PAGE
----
One issue is that there is an obvious capacity gap between the public sector and the private sector. In other words, with extremely high compensation, private businesses attract the most promising minds in this field. Governments will need to find a way to address this if they are to fulfill their duties to protect the public interest.

A second challenge is that, in the past, governments have often given up their duty to serve as regulators in such new, untested areas of society. But the regulatory aspect of the public sector shouldn’t be overlooked. In fact, a report published by the FTC in January 2015 made the following recommendations in the areas of data securitydata consent, and data minimization:

  • Data security – IoT companies should ensure that data collection, storage and processing would be secure at all times. This should be baked into the design, not included as an afterthought.
  • Data consent – users should have a choice as to what data they share with IoT companies and the users must be informed if their data gets exposed.
  • Data minimization – IoT companies should collect only the data they need and retain the collected information only for a limited time.

Enforcing these recommendations is another important function of the public sector.

Suggestions for Governments

Successful regulation of the IoT does not necessarily equal punishment and fines. Instead, most of the pilot programs that have worked well have been public-private partnerships. Because this is such a multifaceted social and technological change, cooperation between the public and private spheres will be crucial.

Governments can look at pilot programs in other cities and regions of the world and determine what ideas can be adapted to their communities. Then, in their own communities, it’s better to start small. A short pilot program is recommended before launching into a larger endeavor.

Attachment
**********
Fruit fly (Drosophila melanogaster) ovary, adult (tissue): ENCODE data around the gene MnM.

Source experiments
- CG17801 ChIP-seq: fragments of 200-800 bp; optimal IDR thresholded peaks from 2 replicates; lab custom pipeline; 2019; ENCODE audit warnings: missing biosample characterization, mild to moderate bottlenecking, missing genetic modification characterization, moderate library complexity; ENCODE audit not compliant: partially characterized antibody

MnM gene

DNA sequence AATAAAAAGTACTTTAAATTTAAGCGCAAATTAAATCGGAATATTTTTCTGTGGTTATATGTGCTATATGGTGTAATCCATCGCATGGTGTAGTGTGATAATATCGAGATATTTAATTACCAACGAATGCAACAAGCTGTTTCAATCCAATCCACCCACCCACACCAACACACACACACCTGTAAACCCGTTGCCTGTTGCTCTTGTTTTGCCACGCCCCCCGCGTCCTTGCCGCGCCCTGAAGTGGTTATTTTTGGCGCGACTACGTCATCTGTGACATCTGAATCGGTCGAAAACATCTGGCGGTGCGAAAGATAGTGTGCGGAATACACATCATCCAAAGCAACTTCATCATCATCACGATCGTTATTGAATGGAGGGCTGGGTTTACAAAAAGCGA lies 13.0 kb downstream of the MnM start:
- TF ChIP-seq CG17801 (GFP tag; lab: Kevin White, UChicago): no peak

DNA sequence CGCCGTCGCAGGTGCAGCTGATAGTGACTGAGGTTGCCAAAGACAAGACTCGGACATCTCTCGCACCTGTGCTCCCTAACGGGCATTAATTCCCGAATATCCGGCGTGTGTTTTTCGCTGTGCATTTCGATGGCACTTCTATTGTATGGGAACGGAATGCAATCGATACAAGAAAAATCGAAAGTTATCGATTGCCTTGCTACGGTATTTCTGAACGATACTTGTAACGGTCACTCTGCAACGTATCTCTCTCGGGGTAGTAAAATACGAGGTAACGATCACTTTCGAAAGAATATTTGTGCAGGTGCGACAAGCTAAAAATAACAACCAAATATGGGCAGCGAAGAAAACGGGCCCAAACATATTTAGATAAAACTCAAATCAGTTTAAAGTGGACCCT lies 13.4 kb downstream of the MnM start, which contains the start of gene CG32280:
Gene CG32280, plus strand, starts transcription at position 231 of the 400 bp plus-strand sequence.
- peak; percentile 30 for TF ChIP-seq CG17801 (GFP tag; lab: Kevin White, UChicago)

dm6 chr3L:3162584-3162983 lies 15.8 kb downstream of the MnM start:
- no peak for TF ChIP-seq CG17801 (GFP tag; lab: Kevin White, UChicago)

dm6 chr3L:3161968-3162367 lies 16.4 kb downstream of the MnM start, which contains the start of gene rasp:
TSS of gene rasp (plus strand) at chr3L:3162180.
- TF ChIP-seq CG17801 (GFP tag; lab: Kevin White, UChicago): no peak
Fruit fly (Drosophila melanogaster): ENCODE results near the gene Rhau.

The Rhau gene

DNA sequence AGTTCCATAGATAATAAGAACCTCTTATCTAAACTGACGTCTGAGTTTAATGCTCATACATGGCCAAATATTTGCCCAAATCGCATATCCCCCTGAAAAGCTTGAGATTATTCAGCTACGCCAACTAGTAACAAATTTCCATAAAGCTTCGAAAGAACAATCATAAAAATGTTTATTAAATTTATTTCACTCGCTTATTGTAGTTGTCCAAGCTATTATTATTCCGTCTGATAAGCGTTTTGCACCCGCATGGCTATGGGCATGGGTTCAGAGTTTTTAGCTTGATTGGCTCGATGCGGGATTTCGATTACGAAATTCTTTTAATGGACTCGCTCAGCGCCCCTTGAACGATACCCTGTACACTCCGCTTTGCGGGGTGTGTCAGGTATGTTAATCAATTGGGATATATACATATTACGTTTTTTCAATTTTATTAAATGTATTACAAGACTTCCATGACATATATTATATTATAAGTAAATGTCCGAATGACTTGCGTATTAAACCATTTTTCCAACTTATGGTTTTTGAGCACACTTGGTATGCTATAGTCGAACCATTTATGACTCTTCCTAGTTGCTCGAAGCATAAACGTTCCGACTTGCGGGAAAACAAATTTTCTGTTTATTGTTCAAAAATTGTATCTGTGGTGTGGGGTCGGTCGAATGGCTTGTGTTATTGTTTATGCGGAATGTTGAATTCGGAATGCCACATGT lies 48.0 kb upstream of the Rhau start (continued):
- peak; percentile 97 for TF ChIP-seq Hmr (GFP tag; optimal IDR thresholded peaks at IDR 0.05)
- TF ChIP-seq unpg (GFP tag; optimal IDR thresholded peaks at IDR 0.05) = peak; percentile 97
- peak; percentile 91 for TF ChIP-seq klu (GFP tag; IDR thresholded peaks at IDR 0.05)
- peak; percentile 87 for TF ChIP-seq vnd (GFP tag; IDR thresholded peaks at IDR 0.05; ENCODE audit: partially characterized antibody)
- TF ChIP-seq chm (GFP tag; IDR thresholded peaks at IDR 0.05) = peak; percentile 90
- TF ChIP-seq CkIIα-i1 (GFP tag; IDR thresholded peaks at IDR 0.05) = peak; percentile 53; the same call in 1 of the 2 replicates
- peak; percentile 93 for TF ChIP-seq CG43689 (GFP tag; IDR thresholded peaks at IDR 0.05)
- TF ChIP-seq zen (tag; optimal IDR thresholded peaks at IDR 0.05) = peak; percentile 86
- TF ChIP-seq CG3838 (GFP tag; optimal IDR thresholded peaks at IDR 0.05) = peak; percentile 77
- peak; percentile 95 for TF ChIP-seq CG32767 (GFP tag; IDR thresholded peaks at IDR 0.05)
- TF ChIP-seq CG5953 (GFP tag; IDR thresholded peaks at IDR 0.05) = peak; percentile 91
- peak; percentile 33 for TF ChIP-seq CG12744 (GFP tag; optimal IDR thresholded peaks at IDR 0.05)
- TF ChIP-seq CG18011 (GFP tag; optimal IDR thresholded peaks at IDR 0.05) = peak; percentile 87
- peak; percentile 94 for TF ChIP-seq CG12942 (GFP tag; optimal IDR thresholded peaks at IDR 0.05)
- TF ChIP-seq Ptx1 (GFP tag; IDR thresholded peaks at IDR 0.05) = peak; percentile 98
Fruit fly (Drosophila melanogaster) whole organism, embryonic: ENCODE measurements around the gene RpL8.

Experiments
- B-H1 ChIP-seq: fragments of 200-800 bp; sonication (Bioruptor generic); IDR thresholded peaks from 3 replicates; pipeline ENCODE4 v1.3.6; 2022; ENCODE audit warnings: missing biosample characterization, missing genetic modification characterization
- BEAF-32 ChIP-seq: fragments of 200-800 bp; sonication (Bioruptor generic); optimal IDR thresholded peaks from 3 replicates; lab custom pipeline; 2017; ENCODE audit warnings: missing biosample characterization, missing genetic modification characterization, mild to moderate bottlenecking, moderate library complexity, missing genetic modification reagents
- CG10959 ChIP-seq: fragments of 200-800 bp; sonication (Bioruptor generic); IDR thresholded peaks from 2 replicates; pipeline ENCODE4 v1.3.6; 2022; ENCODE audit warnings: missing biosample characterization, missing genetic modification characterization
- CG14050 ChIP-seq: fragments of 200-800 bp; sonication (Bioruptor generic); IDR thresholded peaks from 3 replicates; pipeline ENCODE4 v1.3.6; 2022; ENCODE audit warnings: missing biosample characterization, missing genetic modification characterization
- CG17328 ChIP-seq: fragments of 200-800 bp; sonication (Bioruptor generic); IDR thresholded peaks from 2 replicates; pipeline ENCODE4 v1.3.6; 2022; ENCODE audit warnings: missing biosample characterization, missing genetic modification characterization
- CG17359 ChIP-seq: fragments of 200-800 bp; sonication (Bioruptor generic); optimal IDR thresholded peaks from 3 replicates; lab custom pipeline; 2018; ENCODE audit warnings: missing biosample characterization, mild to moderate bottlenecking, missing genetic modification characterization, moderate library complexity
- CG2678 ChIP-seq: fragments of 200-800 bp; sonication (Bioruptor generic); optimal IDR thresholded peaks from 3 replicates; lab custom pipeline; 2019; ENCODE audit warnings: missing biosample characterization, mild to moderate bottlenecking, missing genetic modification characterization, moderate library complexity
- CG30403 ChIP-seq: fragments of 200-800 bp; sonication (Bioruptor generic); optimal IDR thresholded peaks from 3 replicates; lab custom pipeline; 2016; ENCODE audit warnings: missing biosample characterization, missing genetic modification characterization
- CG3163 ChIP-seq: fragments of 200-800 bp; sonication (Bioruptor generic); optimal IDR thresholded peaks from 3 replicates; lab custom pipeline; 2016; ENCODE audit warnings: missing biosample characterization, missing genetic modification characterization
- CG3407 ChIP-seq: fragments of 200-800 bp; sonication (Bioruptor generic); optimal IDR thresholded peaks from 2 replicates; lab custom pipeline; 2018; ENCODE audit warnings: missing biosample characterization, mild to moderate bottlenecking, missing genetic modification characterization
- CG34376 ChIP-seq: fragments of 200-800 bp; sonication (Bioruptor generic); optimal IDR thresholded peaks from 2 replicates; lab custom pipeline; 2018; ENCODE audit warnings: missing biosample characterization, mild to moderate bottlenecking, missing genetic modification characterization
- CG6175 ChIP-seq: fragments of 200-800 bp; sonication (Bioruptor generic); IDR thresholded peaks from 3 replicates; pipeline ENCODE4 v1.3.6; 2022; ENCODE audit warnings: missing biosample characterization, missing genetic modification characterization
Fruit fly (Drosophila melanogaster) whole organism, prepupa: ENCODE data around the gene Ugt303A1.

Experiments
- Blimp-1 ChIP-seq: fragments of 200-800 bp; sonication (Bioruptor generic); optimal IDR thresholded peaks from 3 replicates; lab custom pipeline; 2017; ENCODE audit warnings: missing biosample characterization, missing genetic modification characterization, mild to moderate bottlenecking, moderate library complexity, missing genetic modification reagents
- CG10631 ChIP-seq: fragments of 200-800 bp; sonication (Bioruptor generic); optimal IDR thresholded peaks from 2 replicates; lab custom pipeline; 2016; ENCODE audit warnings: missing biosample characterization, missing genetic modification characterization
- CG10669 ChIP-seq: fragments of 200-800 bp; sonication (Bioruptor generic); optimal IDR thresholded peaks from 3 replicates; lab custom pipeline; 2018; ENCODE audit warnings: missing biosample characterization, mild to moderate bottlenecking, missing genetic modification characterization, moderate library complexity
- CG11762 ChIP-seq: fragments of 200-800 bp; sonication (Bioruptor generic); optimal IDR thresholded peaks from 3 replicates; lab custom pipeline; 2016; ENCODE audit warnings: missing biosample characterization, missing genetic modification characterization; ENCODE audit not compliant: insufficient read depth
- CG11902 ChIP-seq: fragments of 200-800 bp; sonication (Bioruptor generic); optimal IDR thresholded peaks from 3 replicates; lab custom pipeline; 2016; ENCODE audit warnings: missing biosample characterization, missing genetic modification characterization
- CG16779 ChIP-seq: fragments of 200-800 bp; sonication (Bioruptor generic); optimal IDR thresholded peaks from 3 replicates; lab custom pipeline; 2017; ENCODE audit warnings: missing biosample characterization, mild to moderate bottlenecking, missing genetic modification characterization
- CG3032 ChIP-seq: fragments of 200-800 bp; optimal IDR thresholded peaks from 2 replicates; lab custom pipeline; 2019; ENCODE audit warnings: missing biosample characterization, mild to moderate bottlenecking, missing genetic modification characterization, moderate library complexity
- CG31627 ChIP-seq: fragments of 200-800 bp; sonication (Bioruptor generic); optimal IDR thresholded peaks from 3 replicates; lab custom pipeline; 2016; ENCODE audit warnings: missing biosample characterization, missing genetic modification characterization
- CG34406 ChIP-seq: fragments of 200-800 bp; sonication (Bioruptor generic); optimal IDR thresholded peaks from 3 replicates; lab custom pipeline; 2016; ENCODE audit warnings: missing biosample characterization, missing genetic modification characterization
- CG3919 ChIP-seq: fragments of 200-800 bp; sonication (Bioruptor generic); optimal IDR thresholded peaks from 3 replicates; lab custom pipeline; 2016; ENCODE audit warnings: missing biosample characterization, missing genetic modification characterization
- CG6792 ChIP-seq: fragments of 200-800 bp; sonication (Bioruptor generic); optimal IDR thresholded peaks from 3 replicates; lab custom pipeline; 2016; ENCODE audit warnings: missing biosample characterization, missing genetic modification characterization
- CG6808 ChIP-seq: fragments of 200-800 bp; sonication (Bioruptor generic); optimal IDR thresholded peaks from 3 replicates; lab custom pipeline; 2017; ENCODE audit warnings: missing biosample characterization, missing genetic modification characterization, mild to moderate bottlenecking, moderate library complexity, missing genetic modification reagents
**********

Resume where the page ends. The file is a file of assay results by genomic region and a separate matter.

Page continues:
Maintaining protocols and processes will be important. Because this type of large-scale data tracking is fairly new to the public sector, keeping a firm hand over the process will be vital. This will be for cybersecurity reasons as well since these honey pots are likely to attract malicious actors from around the world.

Furthermore, governments can also provide crucial investment into portions of IoT, particularly in those areas in which impacts take years or even decades to be seen. The public sector has often played this role in other advancements, including the development of the Internet itself! If you’re in that space, don’t hesitate to be forward-thinking. That’s exactly what IoT is.


Author: Richard Van Staten

Regret able

A sign on the beach saying "Great things never came from comfort zones."

It’s hard to tell someone not to have regrets. I admit I have done this. I suppose what I mean is to move forward and learn from your mistakes and not to stress too much over things that are etched in history and can’t be changed. The word itself, “regret” is so entrenched in our brain and as a part of our lexicon that it is expected that we need to have them – in a negative capacity. The question comes how consistently you have regrets and how you deal with them.


Cognitively, we are built to have regrets; a mechanism of learning from your mistakes and making corrections. Traditionally, regrets are synonymous with emotional feelings of sadness, or a disappointment, which are divergent emotions. You can’t eliminate regret as it’s in your DNA for a reason. To have no regret at all suggests that one would be psychopathic. The inability to feel or display emotion. So let’s agree that most of us aren’t that, however there are mechanisms to control regret, disappointment, without becoming “pshyco”.